SEJONG, Dec. 23 (Korea Bizwire) - Foreign direct investment (FDI) in South Korea surpassed the US$15 billion mark this year for the first time ever, driven by a free trade pact with China and more favorable business conditions, the government said Wednesday.
As of Tuesday, the amount of FDI that arrived in the country reached $15.19 billion, a surge of 28.6 percent from a year earlier, the Ministry of Trade, Industry and Energy said. Total FDI pledged from Jan. 1 onwards also rose 11.2 percent on-year to $20.43 billion.
“Both numbers represent all-time highs for the country, and surpass previous records set in 2014,” the ministry said.
Last year, investments that arrived in the country reached $11.52 billion, and $19 billion worth of FDIs were pledged.
The ministry attributed the sharp gain to the free trade agreement (FTA) with China that was officially signed in June 1, and overall improvements in the business infrastructure that is making Asia’s fourth-largest economy more attractive to foreign investors.
Large-scale investment by Middle Eastern investors into local companies also boosted FDI figures, it added.
“The bilateral FTA with China played a part, as there was a sharp increase in inflow in the second half that offset weak gains in the January-June period,” the ministry said.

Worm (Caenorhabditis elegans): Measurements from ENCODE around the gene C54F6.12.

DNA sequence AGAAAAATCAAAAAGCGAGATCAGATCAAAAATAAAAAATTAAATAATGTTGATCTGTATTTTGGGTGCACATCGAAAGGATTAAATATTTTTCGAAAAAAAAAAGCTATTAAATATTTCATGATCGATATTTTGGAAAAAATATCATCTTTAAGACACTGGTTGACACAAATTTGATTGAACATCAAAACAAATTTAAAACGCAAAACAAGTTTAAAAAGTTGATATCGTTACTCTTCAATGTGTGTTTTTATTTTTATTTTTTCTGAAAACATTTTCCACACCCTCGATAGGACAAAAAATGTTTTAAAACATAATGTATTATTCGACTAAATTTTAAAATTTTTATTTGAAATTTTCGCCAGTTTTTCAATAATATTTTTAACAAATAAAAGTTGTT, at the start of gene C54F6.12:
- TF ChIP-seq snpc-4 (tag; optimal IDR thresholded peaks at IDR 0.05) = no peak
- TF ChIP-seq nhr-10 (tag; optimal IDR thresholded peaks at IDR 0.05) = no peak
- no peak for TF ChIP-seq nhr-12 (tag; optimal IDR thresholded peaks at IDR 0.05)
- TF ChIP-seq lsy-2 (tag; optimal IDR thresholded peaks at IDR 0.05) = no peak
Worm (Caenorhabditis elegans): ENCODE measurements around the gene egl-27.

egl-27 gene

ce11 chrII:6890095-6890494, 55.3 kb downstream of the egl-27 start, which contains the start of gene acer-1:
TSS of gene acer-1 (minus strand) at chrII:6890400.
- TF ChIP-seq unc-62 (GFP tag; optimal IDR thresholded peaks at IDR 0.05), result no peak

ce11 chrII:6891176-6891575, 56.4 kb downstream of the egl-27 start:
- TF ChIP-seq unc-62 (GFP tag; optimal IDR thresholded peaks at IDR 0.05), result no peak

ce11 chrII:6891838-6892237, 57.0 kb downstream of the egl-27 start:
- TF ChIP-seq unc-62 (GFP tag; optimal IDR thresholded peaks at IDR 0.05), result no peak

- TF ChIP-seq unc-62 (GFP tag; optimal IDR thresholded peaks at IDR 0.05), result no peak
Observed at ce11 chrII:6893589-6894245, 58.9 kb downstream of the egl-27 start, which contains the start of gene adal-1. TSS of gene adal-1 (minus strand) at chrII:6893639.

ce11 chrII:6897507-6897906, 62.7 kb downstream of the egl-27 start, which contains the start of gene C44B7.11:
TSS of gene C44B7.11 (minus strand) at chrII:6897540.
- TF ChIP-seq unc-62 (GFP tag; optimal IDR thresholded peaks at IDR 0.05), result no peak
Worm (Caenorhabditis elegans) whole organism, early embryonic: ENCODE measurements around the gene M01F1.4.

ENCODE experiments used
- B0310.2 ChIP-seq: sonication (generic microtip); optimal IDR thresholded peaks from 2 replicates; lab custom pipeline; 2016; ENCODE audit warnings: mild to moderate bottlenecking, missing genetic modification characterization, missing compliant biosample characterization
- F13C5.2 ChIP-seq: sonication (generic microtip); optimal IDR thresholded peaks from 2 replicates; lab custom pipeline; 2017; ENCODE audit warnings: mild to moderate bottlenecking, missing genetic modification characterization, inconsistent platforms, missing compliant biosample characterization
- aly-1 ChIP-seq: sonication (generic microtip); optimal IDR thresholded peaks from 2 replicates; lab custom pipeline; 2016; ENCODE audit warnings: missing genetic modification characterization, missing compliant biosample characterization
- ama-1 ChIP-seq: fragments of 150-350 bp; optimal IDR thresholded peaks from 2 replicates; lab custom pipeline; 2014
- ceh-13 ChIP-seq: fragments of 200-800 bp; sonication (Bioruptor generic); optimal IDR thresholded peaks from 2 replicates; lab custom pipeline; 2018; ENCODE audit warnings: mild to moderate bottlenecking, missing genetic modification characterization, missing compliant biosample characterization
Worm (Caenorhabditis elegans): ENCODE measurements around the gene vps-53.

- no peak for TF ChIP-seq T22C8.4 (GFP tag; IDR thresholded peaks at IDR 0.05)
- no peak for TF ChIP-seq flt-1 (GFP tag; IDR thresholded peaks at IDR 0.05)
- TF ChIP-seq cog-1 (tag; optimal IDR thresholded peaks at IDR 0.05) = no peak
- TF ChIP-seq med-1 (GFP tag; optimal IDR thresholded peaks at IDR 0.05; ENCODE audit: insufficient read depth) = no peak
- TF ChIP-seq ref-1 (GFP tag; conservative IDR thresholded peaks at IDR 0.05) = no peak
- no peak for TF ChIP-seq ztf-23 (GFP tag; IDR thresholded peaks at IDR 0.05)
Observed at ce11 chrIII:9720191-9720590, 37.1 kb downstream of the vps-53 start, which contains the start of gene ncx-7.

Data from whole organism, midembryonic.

The free trade deal went into effect on Sunday.
Investments by Sumitomo Seika Chemicals and EMP Belstar are linked to the China FTA, as foreign companies move to use South Korea as a springboard to enter the Chinese market, it said.
A stake purchase in POSCO Engineering & Construction by Saudi Arabia’s public investment fund and similar action taken by the United Arab Emirates to acquire holdings in Ssangyong Engineering & Construction boosted the inflow of foreign capital. Seoul has recently made a determined effort to make it easier for outsiders to do business in the country.
By country, FDI from the United States jumped 21 percent on-year to $2.13 billion, with that from China and the Middle East reaching $1.62 billion and $1.29 billion each. FDI rose in the service and construction sectors, while falling in manufacturing.
Besides such developments, the ministry said South Korea’s strong fundamentals represented by its high ranking in the World Bank’s Doing Business Index and the upgrade of its sovereign credit rating by Standard & Poor’s and Moody’s helped build the investor confidence that led to more FDI.